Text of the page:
Cat lady strikes again.

As is standard with your average cat lady, one of my favorite things to do after a day at work is come home, throw on the standard pajamas of sweats and a t-shirt, grab a blanket, affix myself to the couch and chill the hell out. As of late, it's been in front of episode after episode of "Sex and the City," as I made my way through the series for the nineteenth time, but last night I took it upon myself to pull out a book and dive in. Perhaps this sounds like you, too. Perhaps you don't have a cat. Krista, you say, this isn't the behavior of a cat lady, this is the behavior of everyone ever. It's called 'Tuesday Night.'


Because here is how shit goes down in my apartment:

As I'm preparing to take my place on the couch, I'm met by Harley, who's already taken her place on the couch, which, funnily enough, is Wherever It Was I Wanted To Sit. Every time. You want it? She's already there. I carefully assemble my hands around her, doing my best to keep from actually forcing her to move or be inconvenienced in any way possible, and move her.

The low grumble that arises from deep within her soul is unmistakable and enough to let me know, "I AM NOT PLEASED, HUMAN."

However, I am now pleased because my ass is on the couch. Harley hastily jumps from couch to floor, walks across the room, turns around, and stares. I open my book. Meanwhile, Chicken sits atop the back of the couch, resting comfortably, noticeably not in my way (see also: Mama Loves Her Best. No Not Really. Just Kidding Harley. Oh My God What Have I Done?)

I'm in the midst of turning pages when suddenly there's a tail in my face. Harley. Having jumped from the floor to my chest, directly in the line of sight of my book. Before I have a chance to set my book down, she's spinning circles, pawing at various places on my midsection to find the most comfortable spot, then curled up and asleep.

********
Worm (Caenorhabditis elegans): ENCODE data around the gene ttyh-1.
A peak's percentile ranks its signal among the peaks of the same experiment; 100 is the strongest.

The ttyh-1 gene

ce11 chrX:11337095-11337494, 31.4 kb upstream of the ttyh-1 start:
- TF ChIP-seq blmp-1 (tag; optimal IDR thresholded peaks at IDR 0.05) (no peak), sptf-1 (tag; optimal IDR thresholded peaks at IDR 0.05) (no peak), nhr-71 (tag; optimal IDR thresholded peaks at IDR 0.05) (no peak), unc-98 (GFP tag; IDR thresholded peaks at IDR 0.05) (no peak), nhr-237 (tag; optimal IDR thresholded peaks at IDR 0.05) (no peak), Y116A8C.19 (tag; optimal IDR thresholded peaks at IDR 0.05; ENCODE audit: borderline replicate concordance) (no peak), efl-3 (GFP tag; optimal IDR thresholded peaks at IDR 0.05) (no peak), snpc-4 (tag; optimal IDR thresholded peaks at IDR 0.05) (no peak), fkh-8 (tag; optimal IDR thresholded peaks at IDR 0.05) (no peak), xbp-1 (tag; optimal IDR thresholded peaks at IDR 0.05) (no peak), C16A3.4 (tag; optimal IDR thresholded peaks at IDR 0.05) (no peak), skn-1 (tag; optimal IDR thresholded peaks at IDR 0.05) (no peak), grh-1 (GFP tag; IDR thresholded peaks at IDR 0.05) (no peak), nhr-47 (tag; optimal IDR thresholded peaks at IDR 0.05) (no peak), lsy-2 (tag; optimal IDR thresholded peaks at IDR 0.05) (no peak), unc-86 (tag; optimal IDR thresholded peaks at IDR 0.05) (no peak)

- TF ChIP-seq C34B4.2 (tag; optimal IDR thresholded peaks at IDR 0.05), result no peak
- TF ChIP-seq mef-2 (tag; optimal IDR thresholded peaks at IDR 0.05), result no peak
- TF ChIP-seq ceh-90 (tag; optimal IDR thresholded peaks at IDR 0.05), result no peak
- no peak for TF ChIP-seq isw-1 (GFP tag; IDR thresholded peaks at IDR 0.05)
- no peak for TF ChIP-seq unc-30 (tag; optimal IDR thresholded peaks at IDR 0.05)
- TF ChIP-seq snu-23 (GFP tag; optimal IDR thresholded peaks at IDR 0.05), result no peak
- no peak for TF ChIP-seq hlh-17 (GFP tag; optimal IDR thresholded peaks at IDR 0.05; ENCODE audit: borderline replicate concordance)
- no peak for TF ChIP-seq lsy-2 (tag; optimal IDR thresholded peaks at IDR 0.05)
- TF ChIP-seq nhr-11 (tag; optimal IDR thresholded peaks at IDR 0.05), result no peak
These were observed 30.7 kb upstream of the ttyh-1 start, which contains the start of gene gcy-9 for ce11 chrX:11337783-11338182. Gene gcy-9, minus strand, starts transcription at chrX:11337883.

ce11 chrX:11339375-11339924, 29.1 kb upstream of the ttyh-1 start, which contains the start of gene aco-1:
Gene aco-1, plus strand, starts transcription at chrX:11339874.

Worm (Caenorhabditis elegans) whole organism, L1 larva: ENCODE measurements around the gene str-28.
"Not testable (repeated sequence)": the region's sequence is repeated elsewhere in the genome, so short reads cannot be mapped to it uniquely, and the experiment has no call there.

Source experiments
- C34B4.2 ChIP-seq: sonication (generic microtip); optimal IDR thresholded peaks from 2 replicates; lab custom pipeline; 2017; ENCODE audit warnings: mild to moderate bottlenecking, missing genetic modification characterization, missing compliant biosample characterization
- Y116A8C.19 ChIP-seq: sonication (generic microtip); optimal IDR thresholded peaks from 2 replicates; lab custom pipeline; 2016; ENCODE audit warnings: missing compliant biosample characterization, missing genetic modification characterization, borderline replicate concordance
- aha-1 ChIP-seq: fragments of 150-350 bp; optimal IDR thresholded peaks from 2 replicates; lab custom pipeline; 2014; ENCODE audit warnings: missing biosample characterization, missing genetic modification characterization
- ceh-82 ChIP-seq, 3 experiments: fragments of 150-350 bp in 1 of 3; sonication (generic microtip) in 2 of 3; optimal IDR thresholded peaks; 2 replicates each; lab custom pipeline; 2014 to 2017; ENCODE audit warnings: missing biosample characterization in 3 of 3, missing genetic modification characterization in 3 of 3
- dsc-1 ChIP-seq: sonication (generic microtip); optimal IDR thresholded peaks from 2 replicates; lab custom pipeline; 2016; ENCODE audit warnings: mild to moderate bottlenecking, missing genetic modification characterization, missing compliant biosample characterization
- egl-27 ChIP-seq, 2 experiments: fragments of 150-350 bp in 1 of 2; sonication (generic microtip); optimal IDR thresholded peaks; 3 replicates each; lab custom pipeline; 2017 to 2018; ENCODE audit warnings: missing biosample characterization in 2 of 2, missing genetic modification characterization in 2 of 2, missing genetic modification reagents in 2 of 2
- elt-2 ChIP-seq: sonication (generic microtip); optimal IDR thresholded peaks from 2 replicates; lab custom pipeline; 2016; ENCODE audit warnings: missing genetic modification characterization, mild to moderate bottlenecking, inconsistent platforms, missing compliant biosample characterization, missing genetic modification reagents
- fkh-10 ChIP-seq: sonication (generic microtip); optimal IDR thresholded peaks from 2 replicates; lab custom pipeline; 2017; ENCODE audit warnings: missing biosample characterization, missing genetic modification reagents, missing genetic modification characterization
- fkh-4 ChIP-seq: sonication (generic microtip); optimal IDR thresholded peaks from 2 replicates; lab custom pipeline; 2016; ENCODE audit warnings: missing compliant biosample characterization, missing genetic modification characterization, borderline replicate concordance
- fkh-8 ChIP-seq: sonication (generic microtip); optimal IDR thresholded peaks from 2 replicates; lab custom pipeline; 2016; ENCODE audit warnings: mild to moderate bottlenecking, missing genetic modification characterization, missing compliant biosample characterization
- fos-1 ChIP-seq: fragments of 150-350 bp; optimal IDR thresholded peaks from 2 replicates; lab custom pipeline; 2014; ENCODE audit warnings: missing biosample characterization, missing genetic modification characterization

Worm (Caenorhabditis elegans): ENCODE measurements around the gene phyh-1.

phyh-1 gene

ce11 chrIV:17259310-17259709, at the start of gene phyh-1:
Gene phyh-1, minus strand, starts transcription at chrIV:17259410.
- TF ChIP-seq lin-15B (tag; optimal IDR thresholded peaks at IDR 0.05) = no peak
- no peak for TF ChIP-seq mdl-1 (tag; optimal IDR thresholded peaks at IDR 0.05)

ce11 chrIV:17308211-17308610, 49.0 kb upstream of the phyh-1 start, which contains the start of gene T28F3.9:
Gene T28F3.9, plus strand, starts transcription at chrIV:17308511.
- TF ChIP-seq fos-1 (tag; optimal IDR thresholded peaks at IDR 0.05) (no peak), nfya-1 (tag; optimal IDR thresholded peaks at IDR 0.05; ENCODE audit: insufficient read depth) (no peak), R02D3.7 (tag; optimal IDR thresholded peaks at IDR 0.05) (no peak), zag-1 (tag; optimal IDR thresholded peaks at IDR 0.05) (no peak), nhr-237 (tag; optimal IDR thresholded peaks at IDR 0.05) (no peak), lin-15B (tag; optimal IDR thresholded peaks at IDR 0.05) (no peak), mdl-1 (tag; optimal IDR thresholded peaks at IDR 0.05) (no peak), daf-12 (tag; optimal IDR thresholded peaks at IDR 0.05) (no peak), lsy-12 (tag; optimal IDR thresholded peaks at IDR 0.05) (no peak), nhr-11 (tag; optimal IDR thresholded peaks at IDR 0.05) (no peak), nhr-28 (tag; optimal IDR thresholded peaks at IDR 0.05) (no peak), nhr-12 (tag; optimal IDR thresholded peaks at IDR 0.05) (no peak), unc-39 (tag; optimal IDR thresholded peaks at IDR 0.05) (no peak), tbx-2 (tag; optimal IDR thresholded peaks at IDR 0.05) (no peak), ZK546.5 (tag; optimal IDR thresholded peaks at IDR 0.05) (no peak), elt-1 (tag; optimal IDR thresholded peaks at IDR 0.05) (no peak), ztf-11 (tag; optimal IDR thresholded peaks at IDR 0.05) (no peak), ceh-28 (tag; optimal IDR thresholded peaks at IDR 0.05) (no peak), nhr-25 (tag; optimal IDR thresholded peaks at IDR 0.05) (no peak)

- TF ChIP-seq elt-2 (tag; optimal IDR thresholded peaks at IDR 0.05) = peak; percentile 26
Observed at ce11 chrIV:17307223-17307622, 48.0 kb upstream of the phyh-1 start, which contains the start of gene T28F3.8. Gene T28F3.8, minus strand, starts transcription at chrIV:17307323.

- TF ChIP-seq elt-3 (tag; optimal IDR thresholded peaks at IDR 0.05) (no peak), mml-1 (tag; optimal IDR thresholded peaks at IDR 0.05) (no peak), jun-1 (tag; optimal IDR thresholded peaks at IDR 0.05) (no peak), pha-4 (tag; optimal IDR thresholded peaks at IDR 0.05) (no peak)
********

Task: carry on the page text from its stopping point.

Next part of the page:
To avoid the hassle, I simply adjust slightly, bring my book OVER the cat and closer to my face, and continue reading. Until Harley gets up, moves between my face and the book, and lays on my throat.





I have no choice now but to completely sit up, sliding Harley, who's less than enthused, from my throat, down my midsection and onto my lap. It's really the best of both worlds, I'll admit. She can curl up comfortably, I still have access to my book, and I'm able to move my legs at will. Knees up, knees down. Legs crossed, legs uncrossed.

Everybody's happy for a solid 20 minutes. My books is good, Harley hasn't moved. Until I hear the familiar jingle of Chicken's jingle bell collar and the sudden heft of 10 extra pounds on my knees.



She of no interest in cuddling, not ever. She who comes just close enough to feel my presence, but never actually comes into contact with said presence. She does her own thing. She doesn't like people. She is just fine hanging out on the back of the couch. She is antisocial. She is me.

Now she is LAYING ON MY LEGS. Chicken!

Harley is hardly interested in sharing her human space, so she stands up, spins around, readjusts, and heaves herself back into my lap, as if doing so firmly declares her piece of real estate. Chicken, of course, lays with her back toward both of us, hardly interested, period. But definitely interested in inhibiting my ability to get off the couch.

So there we are. Me, uncomfortable. Harley, asleep. Chicken, standing guard. All from the comfort of me. It's a very precarious position to be in. To all you mommies out there who tell me in your very condescending way, "Oh, you'll understand when you have kids," I say this, "You'd understand if you had animals instead of kids, and also, MAYBE I'M PERFECTLY OK WITHOUT KIDS. YEAH."


They're just so cozy. Harley, gripping my thigh like it's the last thing she'll ever rest upon. Chicken, who you really just have to appreciate every time she makes contact with you because it never happens. So for them, I sacrifice. And for them, I'm on the couch an hour longer than I intended, reading less pages than I intended because I simply cannot keep my eyes open another minute. Yet there I lie, on the couch. And there they lie, on me.

I am perfectly acceptable having kitties in my lap instead of children because they're precious. And because I can go away for a weekend, leave them home alone, and no one calls social services.